The CSIR-DSFSI-MMZA 2021 Municipal Election Social Media Monitoring Project


You can contact Dr. Vukosi Marivate for enquiries, comments or questions:

Introduction to the Project

The growing use of smartphones and social media platforms such as Twitter has exacerbated the spread of misinformation and disinformation significantly. People use these platforms to keep in touch, share information and keep up to date with what is happening locally and around the world. With the various sources of information it's becoming more and more challenging for people to distinguish between what is true and what is false[^1]. This was more apparent when the first COVID-19 case was reported. People started sharing information on these platforms, their concerns and different opinions about COVID-19 and seeking information about the pandemic. With that, a lot of mis- or dis- information was shared and it became increasingly difficult for people to distinguish which of the information was true. Thus, leading to issues like vaccine hesitancy etc. The issue of misinformation and disinformation is not only prevalent in cases of the pandemic. However as notable events took place around the world, particularly elections, the threat of misinformation and disinformation grew due to online platforms.

This caused the false content to spread more rapidly and reach a wider audience during election events despite the efforts of different social media companies trying to curb it; by banning rogue accounts, removing false content, etc[^2]. Many online users are still able to share different forms of this content such as deep fakes, conspiracy theories, misleading stories, etc., such that if not verified or reviewed by the consumer it can lead to confusion, doubt, panic and anger resulting to violence, voters being intimidated or influenced, etc. It was witnessed during the 2020 United States presidential elections that social media platforms were used to share manipulated content, disinformation campaigns and bot networks were used to disrupt the election process, and to incite violence[^3].

Other countries such as Brazil, Ghana experienced similar challenges. In South Africa the local government elections will take place on 1 November 2021, and as this day approaches we're all preparing for this time in various ways, e.g. finding ways to tackle the spread of mis- and disinformation. In this project we conduct research to monitor and investigate if instances of mis- or disinformation can be detected early from a Twitter dataset consisting of discourses about the elections, these discourses are between the general populace and political leaders.

The Team

CSIR Information and Cyber security Center

The CSIR Information and Cyber Security Center (ICSC) under the Defence and Security cluster, focuses on research, development, and innovation of home-grown cyber and information security; inclusive of identity management solutions and approaches to securely identify and protect people and technological systems (physical and digital) against vulnerabilities, threats and risks in the digital realm. This is achieved through partnerships and collaborations with public and private sectors.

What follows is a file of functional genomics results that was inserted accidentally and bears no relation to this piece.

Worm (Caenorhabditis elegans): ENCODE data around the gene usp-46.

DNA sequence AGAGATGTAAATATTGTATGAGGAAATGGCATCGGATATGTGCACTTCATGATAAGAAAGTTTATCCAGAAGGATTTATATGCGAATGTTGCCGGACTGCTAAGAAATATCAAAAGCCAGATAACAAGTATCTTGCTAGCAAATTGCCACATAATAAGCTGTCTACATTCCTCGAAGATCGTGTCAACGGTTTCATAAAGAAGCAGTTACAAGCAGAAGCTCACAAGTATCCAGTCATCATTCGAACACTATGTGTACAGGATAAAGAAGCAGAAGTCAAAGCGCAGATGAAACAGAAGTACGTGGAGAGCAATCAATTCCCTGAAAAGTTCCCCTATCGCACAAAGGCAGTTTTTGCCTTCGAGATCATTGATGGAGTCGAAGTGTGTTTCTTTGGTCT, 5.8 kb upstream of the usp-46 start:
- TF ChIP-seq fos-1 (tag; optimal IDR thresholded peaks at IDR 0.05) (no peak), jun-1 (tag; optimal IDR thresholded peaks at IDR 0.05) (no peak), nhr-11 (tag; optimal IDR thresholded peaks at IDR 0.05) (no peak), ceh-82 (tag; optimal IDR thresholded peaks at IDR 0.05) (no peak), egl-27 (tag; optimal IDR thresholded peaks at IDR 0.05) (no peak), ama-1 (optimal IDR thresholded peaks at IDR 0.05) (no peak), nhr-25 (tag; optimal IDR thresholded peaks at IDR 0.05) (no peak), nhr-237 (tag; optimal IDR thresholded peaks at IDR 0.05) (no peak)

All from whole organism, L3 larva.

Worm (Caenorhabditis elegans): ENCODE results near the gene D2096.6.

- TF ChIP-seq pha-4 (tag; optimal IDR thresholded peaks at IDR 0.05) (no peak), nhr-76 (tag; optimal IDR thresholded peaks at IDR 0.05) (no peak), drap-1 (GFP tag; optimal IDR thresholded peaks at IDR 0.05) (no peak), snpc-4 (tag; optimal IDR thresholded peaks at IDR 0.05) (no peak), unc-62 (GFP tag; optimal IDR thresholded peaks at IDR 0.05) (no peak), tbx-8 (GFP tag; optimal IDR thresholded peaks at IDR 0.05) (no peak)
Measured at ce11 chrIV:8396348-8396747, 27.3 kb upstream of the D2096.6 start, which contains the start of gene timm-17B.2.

CSIR ICSC Team Members

  • Nelisiwe Dlamini
  • Sthembile Mthethwa
  • Lungisani Ndlovu
  • Ntombizodwa Thwala

Data Science for Social Impact (DSFSI@UP)

Data Science for Social Impact Research Group at the Computer Science Department, University of Pretoria. Our general areas of work straddle Data Science for Society as well as Local Language Natural Language Processing. These two strands are complementary. Our work in Data Science and Society has allowed us to have a more nuanced approach to understanding the systematic challenges that face being able to do excellent science with local languages. Through Data Science for Society, we have to understand how when one carries through Data Science research, we situate how the users are part of the process. We find that we need to adjust our research to take care of these challenges and innovate in ways we gather direct data or alternative data.

DSFSI Team Members

  • Vukosi Marivate
  • Herkulaas MVE Combrink
  • Mohlatlego Nakeng
  • Temitope Kekere
  • Thapelo Sindane
  • Tshepiso Mokoena


Media Monitoring Africa (MMA) is a Non-governmental organization (NGO) operating since 1993. MMA has monitored media coverage of all South Africans democratic elections. In 2019 MMA worked with the Electoral Commission (IEC) on a world first public complaints system to help combat and mitigate mis and disinformation. The Real411 platform has since evolved and with nearly 2000 complaints it is once again with the IEC the official platform for the public to submit complaints about mis and disinformation in the lead up to the local government elections (LGE) 2021. Each complaint is analysed by a minimum of 4 experts which means that the examples of mis and disinformation that can be used for this exciting collaboration have great value as curated data.

MMA Team members

  • William Bird (MMA Director)
  • Thandi Smith

Supported by our Developer team at Assemble.

A study of election information through Twitter - Our Analysis

Website Assets

  • Graph by Nicholas Menghini licensed under CC BY 3.0 is used as a favicon.